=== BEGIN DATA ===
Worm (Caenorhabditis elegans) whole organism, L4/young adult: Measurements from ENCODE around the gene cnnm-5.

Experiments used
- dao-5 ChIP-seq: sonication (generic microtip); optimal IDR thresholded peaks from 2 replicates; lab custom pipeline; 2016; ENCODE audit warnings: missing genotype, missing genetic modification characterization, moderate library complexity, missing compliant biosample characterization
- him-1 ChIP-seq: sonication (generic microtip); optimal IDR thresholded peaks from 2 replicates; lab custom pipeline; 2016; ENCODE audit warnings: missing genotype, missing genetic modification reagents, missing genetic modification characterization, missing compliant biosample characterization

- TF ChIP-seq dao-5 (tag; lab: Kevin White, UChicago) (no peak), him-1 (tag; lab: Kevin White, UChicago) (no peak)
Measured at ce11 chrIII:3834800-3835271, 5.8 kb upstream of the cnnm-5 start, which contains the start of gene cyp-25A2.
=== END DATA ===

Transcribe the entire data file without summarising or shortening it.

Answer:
Worm (Caenorhabditis elegans) whole organism, L4/young adult: Measurements from ENCODE around the gene cnnm-5.

Experiments used
- dao-5 ChIP-seq: sonication (generic microtip); optimal IDR thresholded peaks from 2 replicates; lab custom pipeline; 2016; ENCODE audit warnings: missing genotype, missing genetic modification characterization, moderate library complexity, missing compliant biosample characterization
- him-1 ChIP-seq: sonication (generic microtip); optimal IDR thresholded peaks from 2 replicates; lab custom pipeline; 2016; ENCODE audit warnings: missing genotype, missing genetic modification reagents, missing genetic modification characterization, missing compliant biosample characterization

- TF ChIP-seq dao-5 (tag; lab: Kevin White, UChicago) (no peak), him-1 (tag; lab: Kevin White, UChicago) (no peak)
Measured at ce11 chrIII:3834800-3835271, 5.8 kb upstream of the cnnm-5 start, which contains the start of gene cyp-25A2.